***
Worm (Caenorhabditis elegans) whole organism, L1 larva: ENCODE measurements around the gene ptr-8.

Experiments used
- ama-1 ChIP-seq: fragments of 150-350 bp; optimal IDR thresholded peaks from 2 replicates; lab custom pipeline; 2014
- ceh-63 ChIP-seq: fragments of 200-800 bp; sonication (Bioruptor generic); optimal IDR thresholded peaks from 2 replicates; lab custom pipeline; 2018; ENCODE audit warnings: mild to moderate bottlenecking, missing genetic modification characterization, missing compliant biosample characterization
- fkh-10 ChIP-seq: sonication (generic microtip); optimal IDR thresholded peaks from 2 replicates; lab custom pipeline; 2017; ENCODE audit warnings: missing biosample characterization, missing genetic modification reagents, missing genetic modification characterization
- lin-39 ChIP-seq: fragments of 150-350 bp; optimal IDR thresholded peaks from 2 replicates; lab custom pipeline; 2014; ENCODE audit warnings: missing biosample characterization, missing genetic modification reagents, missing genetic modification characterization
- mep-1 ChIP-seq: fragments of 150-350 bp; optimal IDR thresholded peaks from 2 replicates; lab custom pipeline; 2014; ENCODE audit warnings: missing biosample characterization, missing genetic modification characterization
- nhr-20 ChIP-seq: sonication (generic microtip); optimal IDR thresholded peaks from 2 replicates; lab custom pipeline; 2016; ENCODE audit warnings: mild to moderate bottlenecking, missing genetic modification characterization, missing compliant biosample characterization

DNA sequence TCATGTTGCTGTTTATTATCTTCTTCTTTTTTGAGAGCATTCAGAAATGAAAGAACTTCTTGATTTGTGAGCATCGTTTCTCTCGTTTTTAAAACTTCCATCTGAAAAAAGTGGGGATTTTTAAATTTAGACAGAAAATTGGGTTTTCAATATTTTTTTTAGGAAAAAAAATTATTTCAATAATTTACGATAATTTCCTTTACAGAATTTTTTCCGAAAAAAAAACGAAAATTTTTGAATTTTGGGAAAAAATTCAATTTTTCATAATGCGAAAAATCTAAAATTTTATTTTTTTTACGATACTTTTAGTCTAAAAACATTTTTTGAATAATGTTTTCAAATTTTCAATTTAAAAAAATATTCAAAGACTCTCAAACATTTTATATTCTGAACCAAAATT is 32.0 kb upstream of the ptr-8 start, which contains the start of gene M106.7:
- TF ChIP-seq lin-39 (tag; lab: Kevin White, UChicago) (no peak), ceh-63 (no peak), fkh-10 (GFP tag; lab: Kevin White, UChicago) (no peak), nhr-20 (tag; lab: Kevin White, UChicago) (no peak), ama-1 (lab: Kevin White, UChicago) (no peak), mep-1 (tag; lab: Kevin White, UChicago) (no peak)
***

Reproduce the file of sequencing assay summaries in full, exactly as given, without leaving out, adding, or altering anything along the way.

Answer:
Worm (Caenorhabditis elegans) whole organism, L1 larva: ENCODE measurements around the gene ptr-8.

Experiments used
- ama-1 ChIP-seq: fragments of 150-350 bp; optimal IDR thresholded peaks from 2 replicates; lab custom pipeline; 2014
- ceh-63 ChIP-seq: fragments of 200-800 bp; sonication (Bioruptor generic); optimal IDR thresholded peaks from 2 replicates; lab custom pipeline; 2018; ENCODE audit warnings: mild to moderate bottlenecking, missing genetic modification characterization, missing compliant biosample characterization
- fkh-10 ChIP-seq: sonication (generic microtip); optimal IDR thresholded peaks from 2 replicates; lab custom pipeline; 2017; ENCODE audit warnings: missing biosample characterization, missing genetic modification reagents, missing genetic modification characterization
- lin-39 ChIP-seq: fragments of 150-350 bp; optimal IDR thresholded peaks from 2 replicates; lab custom pipeline; 2014; ENCODE audit warnings: missing biosample characterization, missing genetic modification reagents, missing genetic modification characterization
- mep-1 ChIP-seq: fragments of 150-350 bp; optimal IDR thresholded peaks from 2 replicates; lab custom pipeline; 2014; ENCODE audit warnings: missing biosample characterization, missing genetic modification characterization
- nhr-20 ChIP-seq: sonication (generic microtip); optimal IDR thresholded peaks from 2 replicates; lab custom pipeline; 2016; ENCODE audit warnings: mild to moderate bottlenecking, missing genetic modification characterization, missing compliant biosample characterization

DNA sequence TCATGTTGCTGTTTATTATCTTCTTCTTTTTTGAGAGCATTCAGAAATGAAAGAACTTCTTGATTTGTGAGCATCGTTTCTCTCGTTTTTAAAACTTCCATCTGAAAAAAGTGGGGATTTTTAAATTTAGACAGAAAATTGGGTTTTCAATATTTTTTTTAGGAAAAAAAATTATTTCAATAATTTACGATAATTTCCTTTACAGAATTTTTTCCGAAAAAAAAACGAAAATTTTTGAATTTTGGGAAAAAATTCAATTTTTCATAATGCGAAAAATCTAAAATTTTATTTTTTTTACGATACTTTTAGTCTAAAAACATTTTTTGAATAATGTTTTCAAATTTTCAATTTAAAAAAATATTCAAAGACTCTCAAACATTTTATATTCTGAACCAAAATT is 32.0 kb upstream of the ptr-8 start, which contains the start of gene M106.7:
- TF ChIP-seq lin-39 (tag; lab: Kevin White, UChicago) (no peak), ceh-63 (no peak), fkh-10 (GFP tag; lab: Kevin White, UChicago) (no peak), nhr-20 (tag; lab: Kevin White, UChicago) (no peak), ama-1 (lab: Kevin White, UChicago) (no peak), mep-1 (tag; lab: Kevin White, UChicago) (no peak)